The unbeatable Ronda Rousey went down to defeat on Saturday night in UFC 193 at the hands of Holly Holm, a relative unknown who was a 14-1 underdog. There were immediate comparisons to Buster Douglas knocking out Mike Tyson in February of 1990, which is considered by most the biggest upset ever in boxing history.
Few fights have gotten the attention of Douglas – Tyson and now Rousey – Holm, but there have been many historic upsets in the fight game, both boxing, and MMA.
Leaving out the Rousey vs. Holm and Douglas vs. Tyson fights, here’s an AXS Six-pack of the six “other” epic upsets in fighting history:
6. Frankie Randall defeats Julio Cesar Chavez, January 29, 1994. Chavez what undefeated in 90 professional fights. He was an overwhelming 18-1 favorite against Randall, largely because the challenger was even older and seen as being past his prime. Randall came out strong and won the early rounds. Chavez made a comeback, and the fight was close when Randall knocked the champion down in the 11th round – marking the first time in his career Chavez had been floored. Randall won a controversial split decision.
5. Muhammad Ali defeats George Foreman, October 30, 1974. Still a controversial figure after his early career success, conversion to Islam and disputes involving the Vietnam War draft, Ali was a heavy underdog against the “knockout machine” Foreman. Ali’s rival Joe Frazier had been beaten severely by Foreman, the undisputed heavyweight champion. Most though the same fate – or worse – awaited Ali.
However, during the fight that gave us our first look at the “rope-a-dope” strategy, Ali let Foreman punch himself out in the early and middle rounds. As a crowd of 60,000 watched in Zaire, Ali ultimately went on the offensive and scored an 8th round knockout to regain the heavyweight championship belt.
4. T.J. Dillashaw defeats Renan Barao, May 24, 2014. Barao was considered unbeatable leading up to UFC 173. He had not lost a fight in nine years – 33 straight fights – with his lone defeat coming in his first professional fight when he was 18 years old. With number one ranked contender Raphael Assuncao injured and unable to make the scheduled bout with Barao, Dillashaw was chosen as a replacement. Barao was a conservative 9-1 favorite going in, and no one thought he had a chance. But Dillashaw came out on the offensive, rocking the champion early and completing the dominating performance with a sixth round TKO.
3. Rashad Evans defeats Chuck Liddell, September 6, 2008. We are used to seeing Liddell toss around Rhino’s and cars on TV, but back in his day he was a monumental figure in UFC and a great champion. Meanwhile, Evans was the winner of “The Ultimate Fighter 2” the reality TV series and followed the familiar path up the ladder on his way to a championship shot. After postponements and some rescheduling, Evans got his chance to face Liddell in UFC 88. While training for the fight, Evans overhauled his fighting style in secret, and when they got into the ring, he overwhelmed Liddell. Midway through the second round, Evans hit Liddell with a right hand and knocked him unconscious, causing the former champion to release his bowels in the process. It was awarded knockout of the year for 2008. Evans would go on to win the Light Heavyweight title later that year.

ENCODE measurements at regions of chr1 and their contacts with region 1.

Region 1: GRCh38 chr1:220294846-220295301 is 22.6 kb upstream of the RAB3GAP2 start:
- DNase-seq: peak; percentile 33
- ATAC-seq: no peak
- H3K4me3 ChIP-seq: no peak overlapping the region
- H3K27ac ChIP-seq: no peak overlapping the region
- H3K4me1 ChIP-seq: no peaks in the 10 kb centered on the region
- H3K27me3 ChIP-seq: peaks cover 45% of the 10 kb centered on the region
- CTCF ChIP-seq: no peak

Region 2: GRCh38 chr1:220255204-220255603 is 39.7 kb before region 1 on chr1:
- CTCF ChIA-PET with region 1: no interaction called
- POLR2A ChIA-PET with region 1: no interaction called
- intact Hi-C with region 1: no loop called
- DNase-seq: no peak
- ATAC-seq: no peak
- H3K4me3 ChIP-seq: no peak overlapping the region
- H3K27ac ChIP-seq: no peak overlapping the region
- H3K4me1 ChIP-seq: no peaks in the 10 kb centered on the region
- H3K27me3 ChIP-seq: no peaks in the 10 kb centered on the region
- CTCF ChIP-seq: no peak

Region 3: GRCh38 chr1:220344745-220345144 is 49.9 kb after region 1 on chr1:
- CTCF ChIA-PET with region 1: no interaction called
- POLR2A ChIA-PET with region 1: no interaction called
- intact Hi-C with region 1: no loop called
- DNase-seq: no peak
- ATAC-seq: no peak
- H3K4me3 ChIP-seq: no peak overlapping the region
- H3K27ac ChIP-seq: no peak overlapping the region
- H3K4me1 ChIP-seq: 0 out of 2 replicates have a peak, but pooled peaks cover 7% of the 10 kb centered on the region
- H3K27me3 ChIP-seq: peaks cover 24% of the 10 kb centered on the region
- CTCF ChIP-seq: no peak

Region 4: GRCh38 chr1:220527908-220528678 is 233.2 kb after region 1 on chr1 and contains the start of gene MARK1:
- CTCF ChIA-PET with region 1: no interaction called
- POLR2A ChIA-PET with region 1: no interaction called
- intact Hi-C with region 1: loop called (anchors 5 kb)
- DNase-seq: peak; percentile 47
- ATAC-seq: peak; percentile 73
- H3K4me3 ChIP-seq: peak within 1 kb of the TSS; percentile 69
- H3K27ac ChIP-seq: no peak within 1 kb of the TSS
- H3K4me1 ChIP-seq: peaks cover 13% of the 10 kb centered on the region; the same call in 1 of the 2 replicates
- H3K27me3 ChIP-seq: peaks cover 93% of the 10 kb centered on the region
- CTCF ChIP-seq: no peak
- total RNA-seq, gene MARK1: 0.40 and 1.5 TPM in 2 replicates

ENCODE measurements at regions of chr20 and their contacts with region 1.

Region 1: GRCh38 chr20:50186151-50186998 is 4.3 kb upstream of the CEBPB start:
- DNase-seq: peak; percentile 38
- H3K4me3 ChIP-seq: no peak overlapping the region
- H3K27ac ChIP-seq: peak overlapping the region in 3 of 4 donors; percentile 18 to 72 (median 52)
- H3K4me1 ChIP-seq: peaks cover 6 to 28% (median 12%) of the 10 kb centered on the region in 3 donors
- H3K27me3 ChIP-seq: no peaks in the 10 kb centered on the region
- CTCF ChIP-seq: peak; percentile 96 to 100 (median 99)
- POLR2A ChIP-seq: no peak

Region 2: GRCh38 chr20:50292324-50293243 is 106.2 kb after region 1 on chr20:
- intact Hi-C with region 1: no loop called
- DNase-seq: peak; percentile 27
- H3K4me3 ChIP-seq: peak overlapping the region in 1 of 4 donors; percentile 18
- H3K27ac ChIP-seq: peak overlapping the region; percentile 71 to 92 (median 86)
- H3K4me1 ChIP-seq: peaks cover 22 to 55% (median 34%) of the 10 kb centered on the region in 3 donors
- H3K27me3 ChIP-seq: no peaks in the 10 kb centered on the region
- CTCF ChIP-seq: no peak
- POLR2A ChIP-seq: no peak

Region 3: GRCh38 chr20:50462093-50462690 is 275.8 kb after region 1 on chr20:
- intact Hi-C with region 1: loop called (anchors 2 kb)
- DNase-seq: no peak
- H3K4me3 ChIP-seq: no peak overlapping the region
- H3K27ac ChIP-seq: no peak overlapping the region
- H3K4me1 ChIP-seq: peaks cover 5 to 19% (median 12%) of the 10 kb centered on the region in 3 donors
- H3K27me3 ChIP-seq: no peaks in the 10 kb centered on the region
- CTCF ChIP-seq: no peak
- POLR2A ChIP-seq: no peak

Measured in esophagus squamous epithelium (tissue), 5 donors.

2. Cassius Clay defeats Sonny Liston, February 25, 1964. The fight that launched the career of Clay – who later changed his name to Muhammad Ali. The flashy Olympic gold medalist wasn’t given much of a chance to beat the powerful heavyweight champion, going in an 8-1 underdog. Liston was coming off a pair of first round knockouts over former champion Floyd Patterson. He was considered by some at that point in his career one of the greatest heavyweights ever.
Clay came out swinging and moving quickly, not allowing the champion to land solid blows. In the middle rounds, Clay began to score more and more with punches to the face and body. The champion tired. Liston stayed on his stool and failed to answer the bell for the seventh round. Clay was declared the winner by TKO. It was the first time since 1919 that a World Heavyweight Champion had quit sitting on his stool. After changing his name, Ali won the rematch in a controversial first-round knockout a year later.
1. Matt Serra defeats Georges St-Pierre April 7, 2007. Serra was an unknown – a nondescript fighter who had won the right to meet St-Pierre by winning Season 4 of “the Ultimate Fighter” reality TV show. His chances of defeating the legendary St-Pierre were considered so remote he was an 11-1 underdog. Instead, he pounded the champion into submission. This was a real life “Rocky.” Serra dominated the fight early and won the UFC Welterweight title by TKO via punches at 3:25 of the first round. The bout was dubbed “the Upset of the Decade.” Serra would later lose a rematch with the UFC legend.
After winning the first fight, Serra uttered the following epic quote: “Joe, I’m really hungry, man,” he said to UFC color commentator Joe Rogan in the Octagon. “I was wondering if you and [UFC President] Dana [White] had some humble pie in the back?”